Social Media Apps Tweens & Teens Are Using
The addiction to social media and mobile apps is no secret amongst today’s teens and tweens. According to Pew Research Center, the availability of smartphones has resulted in 92% of teens (ages 13-17) saying they go online every day, and 24% of teens stating that they are online “almost constantly.” With this many teens online at such a high level of frequency, what exactly are they doing?
Social media is a major draw among this demographic, and there are a number of social media apps that rise above the rest in popularity. Research reports that Facebook is still the most popular and frequently used social media app among teens, with 71% of them claiming to use it. Instagram comes in next at 52%, followed by Snapchat (41%) and Twitter (33%).
According to Common Sense Media, tweens (ages 8-12) and teens (ages 13-18) use their media differently. Teens are more likely to multi-task, using their device or computer to listen to music (76%), text (60%), watch TV (51%), or use social media (50%) while they are doing their homework.
The Social Fabric of Tween/Teen Life
With all of this time online, how do tweens and teens use social media? In today’s highly technological world, social media acts as a place tweens and teens can hang out and socialize outside of home and school. Despite the high number of teens that still use Facebook, this is slowly changing as they begin to favor Instagram and Snapchat.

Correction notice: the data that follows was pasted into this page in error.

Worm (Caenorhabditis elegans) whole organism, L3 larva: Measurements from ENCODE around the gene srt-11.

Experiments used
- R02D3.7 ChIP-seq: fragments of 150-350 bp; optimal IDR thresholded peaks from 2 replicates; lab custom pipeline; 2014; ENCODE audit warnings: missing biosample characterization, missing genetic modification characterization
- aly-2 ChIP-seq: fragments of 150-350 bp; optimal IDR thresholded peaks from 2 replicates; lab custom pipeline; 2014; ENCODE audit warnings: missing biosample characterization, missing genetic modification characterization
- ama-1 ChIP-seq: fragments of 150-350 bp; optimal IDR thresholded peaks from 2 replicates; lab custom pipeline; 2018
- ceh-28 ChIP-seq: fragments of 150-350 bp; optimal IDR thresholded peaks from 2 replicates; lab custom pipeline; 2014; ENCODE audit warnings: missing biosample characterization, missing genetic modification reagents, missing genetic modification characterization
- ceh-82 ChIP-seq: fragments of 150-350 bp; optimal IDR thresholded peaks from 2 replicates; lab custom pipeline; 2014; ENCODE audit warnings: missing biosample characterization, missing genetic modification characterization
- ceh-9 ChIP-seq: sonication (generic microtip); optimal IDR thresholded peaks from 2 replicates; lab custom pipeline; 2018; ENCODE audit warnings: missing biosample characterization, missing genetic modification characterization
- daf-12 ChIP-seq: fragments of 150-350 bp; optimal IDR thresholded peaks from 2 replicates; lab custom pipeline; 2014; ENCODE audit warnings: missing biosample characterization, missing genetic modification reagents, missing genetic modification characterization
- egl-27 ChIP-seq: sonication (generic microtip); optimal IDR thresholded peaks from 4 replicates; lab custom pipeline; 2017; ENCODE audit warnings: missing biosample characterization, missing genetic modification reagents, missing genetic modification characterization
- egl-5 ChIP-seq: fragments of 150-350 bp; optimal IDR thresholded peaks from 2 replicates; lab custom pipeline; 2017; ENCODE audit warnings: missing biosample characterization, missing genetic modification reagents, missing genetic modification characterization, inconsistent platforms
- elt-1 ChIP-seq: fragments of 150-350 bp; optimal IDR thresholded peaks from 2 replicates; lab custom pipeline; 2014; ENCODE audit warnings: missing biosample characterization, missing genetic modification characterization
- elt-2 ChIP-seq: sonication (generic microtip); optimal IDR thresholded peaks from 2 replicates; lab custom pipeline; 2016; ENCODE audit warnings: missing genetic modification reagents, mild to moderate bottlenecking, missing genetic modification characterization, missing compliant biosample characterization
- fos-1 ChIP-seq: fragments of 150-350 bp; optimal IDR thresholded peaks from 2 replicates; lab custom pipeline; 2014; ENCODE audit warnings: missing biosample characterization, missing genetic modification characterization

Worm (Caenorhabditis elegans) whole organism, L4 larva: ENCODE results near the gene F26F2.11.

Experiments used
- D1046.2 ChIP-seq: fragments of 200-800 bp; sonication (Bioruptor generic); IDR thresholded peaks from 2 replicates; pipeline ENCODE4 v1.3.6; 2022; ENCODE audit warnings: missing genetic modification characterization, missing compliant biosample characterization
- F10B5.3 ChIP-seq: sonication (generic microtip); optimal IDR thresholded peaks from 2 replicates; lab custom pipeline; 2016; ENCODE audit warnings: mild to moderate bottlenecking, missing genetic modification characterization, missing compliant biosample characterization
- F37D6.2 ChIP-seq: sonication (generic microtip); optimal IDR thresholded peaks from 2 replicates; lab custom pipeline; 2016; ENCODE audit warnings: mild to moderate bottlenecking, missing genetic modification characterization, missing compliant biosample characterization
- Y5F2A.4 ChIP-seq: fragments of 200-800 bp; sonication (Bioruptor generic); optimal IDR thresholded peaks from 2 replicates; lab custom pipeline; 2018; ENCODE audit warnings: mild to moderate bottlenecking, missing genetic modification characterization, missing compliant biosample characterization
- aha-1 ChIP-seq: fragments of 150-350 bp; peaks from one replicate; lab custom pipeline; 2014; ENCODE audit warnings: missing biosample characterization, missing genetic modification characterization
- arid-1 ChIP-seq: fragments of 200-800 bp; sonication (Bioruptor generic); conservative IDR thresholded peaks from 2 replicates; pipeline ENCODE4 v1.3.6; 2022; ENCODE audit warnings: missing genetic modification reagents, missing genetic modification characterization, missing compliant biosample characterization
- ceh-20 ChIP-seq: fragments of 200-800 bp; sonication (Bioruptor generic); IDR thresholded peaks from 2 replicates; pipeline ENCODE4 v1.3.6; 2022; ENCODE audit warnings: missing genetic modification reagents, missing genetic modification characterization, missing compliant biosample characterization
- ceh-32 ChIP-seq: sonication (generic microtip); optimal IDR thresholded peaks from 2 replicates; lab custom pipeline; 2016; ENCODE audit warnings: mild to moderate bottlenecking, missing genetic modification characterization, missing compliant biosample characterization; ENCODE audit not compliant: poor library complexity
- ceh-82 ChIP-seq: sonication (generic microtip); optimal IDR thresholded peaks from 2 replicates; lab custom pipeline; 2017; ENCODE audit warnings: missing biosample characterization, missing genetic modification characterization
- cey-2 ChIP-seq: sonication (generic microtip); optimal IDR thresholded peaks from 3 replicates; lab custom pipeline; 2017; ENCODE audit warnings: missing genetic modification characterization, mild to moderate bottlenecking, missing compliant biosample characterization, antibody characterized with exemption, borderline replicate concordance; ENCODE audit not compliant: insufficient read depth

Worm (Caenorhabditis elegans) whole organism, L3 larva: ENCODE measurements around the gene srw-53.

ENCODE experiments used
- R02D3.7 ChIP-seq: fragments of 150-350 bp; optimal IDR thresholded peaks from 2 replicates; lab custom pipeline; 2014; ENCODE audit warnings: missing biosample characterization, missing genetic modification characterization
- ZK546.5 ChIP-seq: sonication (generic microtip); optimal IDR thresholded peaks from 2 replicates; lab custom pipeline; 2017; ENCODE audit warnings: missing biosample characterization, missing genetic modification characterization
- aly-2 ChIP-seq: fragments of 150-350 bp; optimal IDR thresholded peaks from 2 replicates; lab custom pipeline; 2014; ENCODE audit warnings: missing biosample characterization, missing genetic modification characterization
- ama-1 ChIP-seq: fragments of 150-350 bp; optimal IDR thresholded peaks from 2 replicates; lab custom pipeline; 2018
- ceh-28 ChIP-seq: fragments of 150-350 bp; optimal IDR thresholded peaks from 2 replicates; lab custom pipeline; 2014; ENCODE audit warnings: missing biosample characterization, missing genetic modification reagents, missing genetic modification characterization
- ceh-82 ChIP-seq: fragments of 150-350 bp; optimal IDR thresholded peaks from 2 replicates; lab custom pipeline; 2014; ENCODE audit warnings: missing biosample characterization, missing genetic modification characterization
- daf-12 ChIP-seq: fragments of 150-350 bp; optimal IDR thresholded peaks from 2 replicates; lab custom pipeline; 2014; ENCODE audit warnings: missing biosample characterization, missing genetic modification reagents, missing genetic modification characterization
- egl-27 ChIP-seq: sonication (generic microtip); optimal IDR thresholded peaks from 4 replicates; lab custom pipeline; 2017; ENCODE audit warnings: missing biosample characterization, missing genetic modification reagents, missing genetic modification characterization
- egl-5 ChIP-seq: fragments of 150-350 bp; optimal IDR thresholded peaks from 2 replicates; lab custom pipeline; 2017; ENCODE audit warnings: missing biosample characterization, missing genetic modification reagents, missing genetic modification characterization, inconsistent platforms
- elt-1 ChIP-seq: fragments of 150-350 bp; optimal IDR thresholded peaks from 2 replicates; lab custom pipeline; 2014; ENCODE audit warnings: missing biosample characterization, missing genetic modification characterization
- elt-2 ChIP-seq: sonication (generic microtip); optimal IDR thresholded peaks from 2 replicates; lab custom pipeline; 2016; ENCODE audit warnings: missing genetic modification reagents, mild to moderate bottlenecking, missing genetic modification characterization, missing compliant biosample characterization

When on these apps, teens and tweens are chatting, playing games, and snapping and sharing photos and other images they find online. Contrary to parents’ concerns, in most cases, tweens and teens prefer to interact with kids they already know. However, with the vast amount of social media apps available, it becomes increasingly easier for your child to interact with strangers and friends, alike.
The key is to know which apps your child is using. Once you have that information, you can familiarize yourself with these platforms and how they are used. Sign up for an account, discover firsthand how these platforms are being used by kids.
When you have this information, you can open a line of communication with your child and educate them on best practices when using the app. You can also discuss the possibility of not using certain apps if you feel they aren’t appropriate.
This will help you maintain awareness of what your child is doing online and will allow you to offer your guidance on what they should and should not be posting. Sometimes kids share things with a wider group than intended; in these situations, parents can step in and use that incident as an opportunity to discuss their child’s awareness of their social sphere.
Ultimately, social media is here to stay, and has become a significant part of the social development of tweens and teens. Understanding that social media apps now are an integral part of adolescent life is a crucial realization for parents to have. They can then play a role in their child’s social media presence by teaching them appropriate online behavior, and monitor their app time-usage.